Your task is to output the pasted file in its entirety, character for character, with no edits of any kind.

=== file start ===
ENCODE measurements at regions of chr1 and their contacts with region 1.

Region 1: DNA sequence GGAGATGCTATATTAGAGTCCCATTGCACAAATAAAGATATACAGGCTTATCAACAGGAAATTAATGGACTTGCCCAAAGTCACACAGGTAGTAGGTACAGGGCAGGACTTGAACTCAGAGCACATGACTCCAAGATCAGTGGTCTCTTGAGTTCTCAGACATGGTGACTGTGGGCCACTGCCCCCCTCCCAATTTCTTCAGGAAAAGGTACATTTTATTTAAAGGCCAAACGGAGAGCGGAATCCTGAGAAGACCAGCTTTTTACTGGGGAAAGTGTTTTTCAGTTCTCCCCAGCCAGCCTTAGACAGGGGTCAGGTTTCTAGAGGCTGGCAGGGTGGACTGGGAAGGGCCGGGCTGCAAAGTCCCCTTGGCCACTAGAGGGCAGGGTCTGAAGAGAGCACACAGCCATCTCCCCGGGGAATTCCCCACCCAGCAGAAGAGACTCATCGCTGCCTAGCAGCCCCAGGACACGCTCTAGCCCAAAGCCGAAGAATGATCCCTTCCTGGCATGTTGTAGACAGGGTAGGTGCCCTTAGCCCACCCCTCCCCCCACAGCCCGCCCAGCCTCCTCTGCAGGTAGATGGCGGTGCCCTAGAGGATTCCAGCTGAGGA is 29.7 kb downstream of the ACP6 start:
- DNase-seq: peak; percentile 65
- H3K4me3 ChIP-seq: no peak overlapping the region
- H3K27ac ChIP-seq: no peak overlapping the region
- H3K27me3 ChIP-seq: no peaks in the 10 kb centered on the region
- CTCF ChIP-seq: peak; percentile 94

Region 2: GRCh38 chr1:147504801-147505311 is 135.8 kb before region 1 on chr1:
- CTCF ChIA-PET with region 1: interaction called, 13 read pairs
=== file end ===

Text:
ENCODE measurements at regions of chr1 and their contacts with region 1.

Region 1: DNA sequence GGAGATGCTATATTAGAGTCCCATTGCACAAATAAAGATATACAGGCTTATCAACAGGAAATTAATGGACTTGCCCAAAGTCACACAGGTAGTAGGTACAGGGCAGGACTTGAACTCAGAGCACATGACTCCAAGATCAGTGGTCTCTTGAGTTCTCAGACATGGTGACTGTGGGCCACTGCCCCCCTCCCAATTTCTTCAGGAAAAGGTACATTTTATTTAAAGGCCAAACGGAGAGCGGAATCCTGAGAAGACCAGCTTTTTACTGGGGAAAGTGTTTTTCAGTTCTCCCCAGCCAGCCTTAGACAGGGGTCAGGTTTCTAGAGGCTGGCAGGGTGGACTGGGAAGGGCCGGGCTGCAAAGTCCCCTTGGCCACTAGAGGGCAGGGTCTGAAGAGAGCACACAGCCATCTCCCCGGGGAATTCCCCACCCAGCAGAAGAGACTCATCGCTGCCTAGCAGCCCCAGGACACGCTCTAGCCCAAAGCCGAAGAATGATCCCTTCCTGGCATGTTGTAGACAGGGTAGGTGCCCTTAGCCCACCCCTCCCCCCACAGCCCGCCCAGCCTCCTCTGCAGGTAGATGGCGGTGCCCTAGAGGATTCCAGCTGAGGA is 29.7 kb downstream of the ACP6 start:
- DNase-seq: peak; percentile 65
- H3K4me3 ChIP-seq: no peak overlapping the region
- H3K27ac ChIP-seq: no peak overlapping the region
- H3K27me3 ChIP-seq: no peaks in the 10 kb centered on the region
- CTCF ChIP-seq: peak; percentile 94

Region 2: GRCh38 chr1:147504801-147505311 is 135.8 kb before region 1 on chr1:
- CTCF ChIA-PET with region 1: interaction called, 13 read pairs